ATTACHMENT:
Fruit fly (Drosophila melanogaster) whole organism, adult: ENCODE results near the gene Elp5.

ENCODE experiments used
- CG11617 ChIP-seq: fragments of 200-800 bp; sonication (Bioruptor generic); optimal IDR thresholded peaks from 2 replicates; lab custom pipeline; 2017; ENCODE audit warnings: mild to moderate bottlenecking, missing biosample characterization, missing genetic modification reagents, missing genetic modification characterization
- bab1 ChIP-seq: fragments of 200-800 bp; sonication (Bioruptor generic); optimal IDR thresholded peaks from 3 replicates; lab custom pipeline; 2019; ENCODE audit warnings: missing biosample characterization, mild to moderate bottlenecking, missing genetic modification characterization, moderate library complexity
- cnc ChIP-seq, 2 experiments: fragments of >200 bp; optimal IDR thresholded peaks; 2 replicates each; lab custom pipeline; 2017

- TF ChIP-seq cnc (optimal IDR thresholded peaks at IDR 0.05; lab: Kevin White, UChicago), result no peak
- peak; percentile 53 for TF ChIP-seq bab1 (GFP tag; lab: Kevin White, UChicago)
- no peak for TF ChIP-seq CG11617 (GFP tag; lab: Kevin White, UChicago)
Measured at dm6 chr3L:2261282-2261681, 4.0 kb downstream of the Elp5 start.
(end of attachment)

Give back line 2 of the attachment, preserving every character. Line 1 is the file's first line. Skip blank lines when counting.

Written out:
ENCODE experiments used